The two sassi districts – the more restored, northwest-facing Sasso Barisano and the more impoverished, northeast-facing Sasso Caveoso – are both extraordinary, riddled with serpentine alleyways and staircases, and dotted with frescoed chiese rupestri (cave churches) created between the 8th and 13th centuries. Modern Matera still contains some 3000 habitable caves.
The sassi are accessible from several points. There's an entrance off Piazza San Francisco, or take Via delle Beccherie to Piazza del Duomo and follow the tourist itinerary signs to enter either Barisano or Caveoso. Sasso Caveoso is also accessible from Via Ridola.
For a great photograph, head out of town for about 3km on the Taranto–Laterza road and follow signs for the chiese rupestri. This takes you up on the Murgia Plateau to the belvedere, from where you have fantastic views of the plunging ravine and Matera.
Exploring the Gorge
In the picturesque landscape of the Murgia Plateau, the Matera Gravina cuts a rough gouge in the earth, a 200m-deep canyon pockmarked with abandoned caves and villages and roughly 150 mysterious chiese rupestri (cave churches). The area is protected as the Parco della Murgia Materana, an 80-sq-km wild park formed in 1990 and, since 2007, included in Matera's Unesco World Heritage Site. You can hike from the sassi into the gorge; steps lead down from the parking place near the Monasterio di Santa Lucia. At the bottom of the gorge you have to ford a river and then climb up to the belvedere on the other side; this takes roughly two hours.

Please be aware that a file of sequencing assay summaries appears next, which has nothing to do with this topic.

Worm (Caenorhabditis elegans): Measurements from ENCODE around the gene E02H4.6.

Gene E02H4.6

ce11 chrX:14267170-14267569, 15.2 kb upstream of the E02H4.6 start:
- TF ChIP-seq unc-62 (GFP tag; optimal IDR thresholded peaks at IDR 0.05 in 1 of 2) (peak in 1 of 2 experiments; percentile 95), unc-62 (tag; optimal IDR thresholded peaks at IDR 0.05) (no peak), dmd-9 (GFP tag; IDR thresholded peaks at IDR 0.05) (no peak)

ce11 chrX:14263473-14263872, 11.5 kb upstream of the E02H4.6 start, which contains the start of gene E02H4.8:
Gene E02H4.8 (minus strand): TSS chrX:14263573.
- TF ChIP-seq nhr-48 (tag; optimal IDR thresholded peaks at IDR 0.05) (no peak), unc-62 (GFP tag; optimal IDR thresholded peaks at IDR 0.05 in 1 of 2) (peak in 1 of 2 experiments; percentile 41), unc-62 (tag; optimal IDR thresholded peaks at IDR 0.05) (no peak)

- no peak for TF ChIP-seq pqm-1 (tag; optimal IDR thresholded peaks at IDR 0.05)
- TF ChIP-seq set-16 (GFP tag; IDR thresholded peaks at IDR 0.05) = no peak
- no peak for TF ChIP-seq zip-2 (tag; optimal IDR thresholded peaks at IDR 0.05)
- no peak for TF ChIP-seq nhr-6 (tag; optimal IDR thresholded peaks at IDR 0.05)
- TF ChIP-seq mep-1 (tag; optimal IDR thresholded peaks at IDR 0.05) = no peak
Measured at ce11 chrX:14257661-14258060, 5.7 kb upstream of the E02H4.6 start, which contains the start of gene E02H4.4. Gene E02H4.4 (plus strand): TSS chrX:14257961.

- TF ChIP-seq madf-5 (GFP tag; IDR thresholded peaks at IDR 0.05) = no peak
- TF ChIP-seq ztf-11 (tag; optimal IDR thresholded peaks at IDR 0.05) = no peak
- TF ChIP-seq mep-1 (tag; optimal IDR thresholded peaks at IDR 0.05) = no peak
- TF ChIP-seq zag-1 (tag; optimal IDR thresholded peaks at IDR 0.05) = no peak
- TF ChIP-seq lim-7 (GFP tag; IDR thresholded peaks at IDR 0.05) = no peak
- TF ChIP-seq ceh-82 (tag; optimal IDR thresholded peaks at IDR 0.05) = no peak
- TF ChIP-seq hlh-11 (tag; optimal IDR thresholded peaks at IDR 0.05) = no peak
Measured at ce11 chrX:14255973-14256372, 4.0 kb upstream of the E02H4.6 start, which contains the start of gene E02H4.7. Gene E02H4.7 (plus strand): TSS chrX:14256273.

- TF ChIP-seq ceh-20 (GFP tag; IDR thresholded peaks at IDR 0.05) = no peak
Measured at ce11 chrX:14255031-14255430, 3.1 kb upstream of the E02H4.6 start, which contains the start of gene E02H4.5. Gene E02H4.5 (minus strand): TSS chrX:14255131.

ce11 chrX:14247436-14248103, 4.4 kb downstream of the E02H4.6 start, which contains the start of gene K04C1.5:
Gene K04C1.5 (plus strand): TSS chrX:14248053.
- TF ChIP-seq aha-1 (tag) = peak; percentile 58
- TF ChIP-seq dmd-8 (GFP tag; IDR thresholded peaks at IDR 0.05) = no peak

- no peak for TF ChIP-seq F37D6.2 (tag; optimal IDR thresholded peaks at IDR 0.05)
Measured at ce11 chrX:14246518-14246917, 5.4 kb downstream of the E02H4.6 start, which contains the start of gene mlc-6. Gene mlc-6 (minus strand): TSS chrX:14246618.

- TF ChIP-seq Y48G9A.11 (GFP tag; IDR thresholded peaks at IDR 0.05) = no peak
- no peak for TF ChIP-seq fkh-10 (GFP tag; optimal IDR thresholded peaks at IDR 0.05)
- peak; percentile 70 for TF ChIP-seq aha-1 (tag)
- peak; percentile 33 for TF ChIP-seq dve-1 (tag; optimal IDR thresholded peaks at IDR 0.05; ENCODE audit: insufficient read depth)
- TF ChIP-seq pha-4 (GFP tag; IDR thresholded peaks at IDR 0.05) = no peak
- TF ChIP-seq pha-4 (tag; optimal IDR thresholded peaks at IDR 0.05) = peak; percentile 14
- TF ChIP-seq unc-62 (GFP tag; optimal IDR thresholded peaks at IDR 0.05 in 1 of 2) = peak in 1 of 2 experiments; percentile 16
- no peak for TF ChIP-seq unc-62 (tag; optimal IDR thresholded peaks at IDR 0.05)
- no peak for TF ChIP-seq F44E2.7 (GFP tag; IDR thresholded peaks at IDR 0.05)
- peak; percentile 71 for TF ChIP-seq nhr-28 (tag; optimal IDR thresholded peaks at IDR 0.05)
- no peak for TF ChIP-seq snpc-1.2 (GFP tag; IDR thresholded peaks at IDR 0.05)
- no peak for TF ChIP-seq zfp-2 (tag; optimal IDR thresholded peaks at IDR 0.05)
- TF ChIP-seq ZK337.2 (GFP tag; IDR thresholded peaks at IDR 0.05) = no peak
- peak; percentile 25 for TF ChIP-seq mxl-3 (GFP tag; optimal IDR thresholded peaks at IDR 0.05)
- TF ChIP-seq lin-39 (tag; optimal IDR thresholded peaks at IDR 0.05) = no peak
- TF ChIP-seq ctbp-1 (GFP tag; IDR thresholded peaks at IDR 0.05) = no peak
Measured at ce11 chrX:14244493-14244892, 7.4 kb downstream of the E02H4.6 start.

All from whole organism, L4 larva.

Cave churches accessible from the belvedere include San Falcione, Sant'Agnese and Madonna delle Tre Porte. The belvedere is connected by road to the Jazzo Gattini visitor centre, housed in an old sheepfold. Guided hikes can be organised here, as can walks to the nearby Neolithic village of Murgia Timone. For longer forays into the park, including a long day trek to the town of Montescaglioso, consider a guided hike with Ferula Viaggi.
Beware: paths and river crossings in the park can be treacherous during and after bad weather.
The New Town
The nucleus of the new town is Piazza Vittorio Veneto, an excellent, bustling meeting point for a passeggiata (sociable evening stroll). It's surrounded by elegant churches and richly adorned palazzi with their backs deliberately turned on the sassi: an attempt by the bourgeois to block out the shameful poverty the sassi once represented.